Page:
First Commute home, First Car Accident

Discussion in 'The Bike Cafe' started by shaunhancock, Apr 11, 2006.

  1. shaunhancock

    shaunhancock New Member

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    Yesterday was my first time cycling home. As you can tell by my post history, I am a newbie to cycling. I had my wife drop me off on her way to work.

    The trip between my office and the house is short (~3miles), but is along one of the busiest roads in the city. I thought I would be OK, since there are bike lanes along the right hand side of the road.

    Everything started out great, I went straight to the bike shop along the route, and bugged them with questions. When I left, I got back into the bike lane and was riding down a hill at about 25 mph. A car cut me off to turn right into a dive in front of me. I had about 6-7 feet to stop. I slammed on both brakes, and turned into the direction the car was turning, then made contact with the bumper. She used no turn signal, and started to drive off after the collision. I chased her down, once I recovered (She was in a drive and couldn't go far). I was so stunned I didn't know what to say. Luckily, I kept the bike upright, and had only minor scratches.

    Question is: What could I have done to prevent this from happening? I realize that she was responsible, but I still want to take every reasonable step I can to prevent this from occuring again. I was wearing bright clothing, following all the traffic laws, and maintaining what I thought was a safe speed. This occured in bright daylight.
     
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  2. endurance222

    endurance222 New Member

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    There really is nothing you can do, we will always have problems with cars. There are very few people who do understand the mind of a cyclist. Mainly those are cyclist in cars;)
     
  3. SBSpartan

    SBSpartan New Member

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    I want to hear more about the conversation you had with her once you found her. I had someone brush me and a friend while running once. He was to shocked to speak. On the other hand I was pretty much giving this poor lady a verbal beating she probably still crys about.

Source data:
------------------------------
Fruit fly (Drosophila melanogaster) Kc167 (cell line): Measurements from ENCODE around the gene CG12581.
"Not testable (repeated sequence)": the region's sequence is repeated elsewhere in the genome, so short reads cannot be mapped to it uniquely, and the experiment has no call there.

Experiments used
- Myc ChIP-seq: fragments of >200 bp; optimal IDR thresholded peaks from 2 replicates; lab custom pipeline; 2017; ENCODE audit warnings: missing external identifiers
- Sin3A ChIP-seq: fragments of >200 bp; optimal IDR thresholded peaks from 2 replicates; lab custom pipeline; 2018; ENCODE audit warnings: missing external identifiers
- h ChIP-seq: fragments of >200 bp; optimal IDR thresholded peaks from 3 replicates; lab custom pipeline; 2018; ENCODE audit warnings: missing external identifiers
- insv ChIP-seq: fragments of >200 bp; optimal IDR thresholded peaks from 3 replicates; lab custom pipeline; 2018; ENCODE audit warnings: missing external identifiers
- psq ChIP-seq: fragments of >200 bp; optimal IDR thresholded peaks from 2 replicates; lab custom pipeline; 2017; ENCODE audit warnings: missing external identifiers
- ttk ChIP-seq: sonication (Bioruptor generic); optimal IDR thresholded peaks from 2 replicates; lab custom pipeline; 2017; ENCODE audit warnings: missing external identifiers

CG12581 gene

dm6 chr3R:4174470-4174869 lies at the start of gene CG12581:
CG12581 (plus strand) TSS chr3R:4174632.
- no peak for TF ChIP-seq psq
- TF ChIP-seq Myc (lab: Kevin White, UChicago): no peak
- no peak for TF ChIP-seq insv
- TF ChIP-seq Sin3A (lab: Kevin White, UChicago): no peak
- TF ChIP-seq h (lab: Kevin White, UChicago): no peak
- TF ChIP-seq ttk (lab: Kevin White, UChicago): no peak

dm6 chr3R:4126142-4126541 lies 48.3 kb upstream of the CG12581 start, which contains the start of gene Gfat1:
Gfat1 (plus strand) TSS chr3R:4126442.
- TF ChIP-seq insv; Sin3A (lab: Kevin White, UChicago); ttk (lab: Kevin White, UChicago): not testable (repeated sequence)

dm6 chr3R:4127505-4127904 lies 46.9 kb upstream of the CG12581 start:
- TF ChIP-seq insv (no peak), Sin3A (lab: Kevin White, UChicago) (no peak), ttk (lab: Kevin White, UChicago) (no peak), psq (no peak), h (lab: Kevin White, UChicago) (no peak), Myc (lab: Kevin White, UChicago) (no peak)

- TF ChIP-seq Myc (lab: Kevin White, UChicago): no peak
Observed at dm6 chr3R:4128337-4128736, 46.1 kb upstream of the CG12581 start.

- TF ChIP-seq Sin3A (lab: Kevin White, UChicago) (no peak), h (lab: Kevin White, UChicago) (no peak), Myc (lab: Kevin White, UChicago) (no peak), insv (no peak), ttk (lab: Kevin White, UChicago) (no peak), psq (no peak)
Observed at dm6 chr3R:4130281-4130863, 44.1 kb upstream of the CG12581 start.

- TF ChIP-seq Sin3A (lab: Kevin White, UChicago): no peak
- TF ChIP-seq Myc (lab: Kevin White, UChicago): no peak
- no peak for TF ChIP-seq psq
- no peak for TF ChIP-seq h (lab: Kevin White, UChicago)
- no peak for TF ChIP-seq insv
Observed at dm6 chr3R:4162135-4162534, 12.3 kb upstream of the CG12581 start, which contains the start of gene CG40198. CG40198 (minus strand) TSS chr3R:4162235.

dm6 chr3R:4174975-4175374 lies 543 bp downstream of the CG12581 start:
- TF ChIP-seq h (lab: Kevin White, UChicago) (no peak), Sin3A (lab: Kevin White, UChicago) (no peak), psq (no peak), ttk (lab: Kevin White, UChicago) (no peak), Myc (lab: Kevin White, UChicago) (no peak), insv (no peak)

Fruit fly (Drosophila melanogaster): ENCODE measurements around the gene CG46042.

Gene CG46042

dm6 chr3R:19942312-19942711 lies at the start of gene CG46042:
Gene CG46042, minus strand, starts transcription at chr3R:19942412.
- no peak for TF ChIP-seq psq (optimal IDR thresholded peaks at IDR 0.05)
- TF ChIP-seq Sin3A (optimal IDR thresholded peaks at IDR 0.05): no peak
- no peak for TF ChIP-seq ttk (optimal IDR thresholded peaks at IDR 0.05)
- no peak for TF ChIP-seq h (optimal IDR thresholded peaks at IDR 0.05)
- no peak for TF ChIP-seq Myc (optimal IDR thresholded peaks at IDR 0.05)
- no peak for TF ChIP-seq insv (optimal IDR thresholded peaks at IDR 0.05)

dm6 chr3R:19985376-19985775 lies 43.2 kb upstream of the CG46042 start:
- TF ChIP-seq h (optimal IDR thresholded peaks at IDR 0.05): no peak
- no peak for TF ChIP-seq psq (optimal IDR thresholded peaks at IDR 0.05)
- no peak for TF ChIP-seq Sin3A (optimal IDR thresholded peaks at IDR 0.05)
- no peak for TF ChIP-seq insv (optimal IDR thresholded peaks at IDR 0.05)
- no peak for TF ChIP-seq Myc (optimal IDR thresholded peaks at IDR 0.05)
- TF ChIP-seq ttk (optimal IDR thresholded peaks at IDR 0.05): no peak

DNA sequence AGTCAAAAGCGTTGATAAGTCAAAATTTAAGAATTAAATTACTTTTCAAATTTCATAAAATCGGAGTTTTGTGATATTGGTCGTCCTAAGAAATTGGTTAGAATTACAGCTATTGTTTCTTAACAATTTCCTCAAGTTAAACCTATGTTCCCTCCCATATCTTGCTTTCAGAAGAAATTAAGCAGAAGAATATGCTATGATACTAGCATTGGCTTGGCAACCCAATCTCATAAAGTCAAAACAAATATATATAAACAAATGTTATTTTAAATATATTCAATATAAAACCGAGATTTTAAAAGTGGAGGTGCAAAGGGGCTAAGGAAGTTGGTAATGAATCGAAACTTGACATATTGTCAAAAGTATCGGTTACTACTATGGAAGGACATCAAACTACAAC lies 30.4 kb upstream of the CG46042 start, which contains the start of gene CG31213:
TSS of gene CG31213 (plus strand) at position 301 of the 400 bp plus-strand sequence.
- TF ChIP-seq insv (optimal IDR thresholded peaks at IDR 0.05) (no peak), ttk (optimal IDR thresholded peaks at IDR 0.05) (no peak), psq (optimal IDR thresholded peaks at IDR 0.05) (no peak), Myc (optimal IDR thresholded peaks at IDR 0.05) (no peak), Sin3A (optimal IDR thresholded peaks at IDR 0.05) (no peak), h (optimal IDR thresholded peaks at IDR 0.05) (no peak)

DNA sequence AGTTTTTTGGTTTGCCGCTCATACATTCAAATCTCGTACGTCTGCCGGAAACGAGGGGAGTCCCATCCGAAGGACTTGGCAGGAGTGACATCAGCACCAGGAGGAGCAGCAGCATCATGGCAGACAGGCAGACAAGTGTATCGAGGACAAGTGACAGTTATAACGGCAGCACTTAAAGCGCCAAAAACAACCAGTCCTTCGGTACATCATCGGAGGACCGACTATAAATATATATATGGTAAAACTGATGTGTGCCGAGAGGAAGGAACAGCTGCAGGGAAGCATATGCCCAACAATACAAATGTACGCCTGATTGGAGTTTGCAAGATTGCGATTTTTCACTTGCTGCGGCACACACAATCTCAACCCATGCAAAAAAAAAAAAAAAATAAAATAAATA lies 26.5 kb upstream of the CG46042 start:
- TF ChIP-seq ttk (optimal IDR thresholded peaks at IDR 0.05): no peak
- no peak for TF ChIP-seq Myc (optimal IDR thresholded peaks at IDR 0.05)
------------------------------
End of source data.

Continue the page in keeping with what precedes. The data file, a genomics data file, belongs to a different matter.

We were going at a pretty good clip. My buddy got the worst of it and I just sort of ran into her broad side a bit. I got a good lick in on the rear quarter panel when she attempted to drive off. The noise from that was really the only reason she stopped.
     
  4. shaunhancock

    shaunhancock New Member

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    I was still so stunned when I caught up to her, that I hadn't composed my thoughts. I yelled something about watching the road. I can't remember exactly what I said. I got back on the bike and continued home. In retrospect, I should have phoned the police and gotten an accident report... Just in case.
     
  5. baj32161

    baj32161 New Member

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    Well first let me say that I am glad you're okay and that the bike is okay too:D ....but yes, you should always get a police report whenever you are in a collision, no matter how minor.

    Commuting by bike can be really fun but please be careful out there.

    Cheers,

    Brian
     
  6. JTE83

    JTE83 Member

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    You made a big mistake letting that driver go by. She almost caused a bad accident by cutting you off at 25 mph and you did nothing. I would have taken her license plate number and reported her to the police.

    Maybe you did nothing because your bike wasn't damaged?
     
  7. artmichalek

    artmichalek New Member

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    I'm glad you're ok, and I know how hard it is to keep your head together after getting hit. The "right hook" as it's often called is one of the most common ways for a cyclist to get hit by a car. I ride with the generall assumption that if the car next to me can turn right, he's probably going to. One of the best defenses is to drift out to the left a bit near intersections and big driveways to keep cars from getting up next to you. There's a lot of good information for riding in traffic here: http://bicyclesafe.com/
     
  8. DiabloScott

    DiabloScott New Member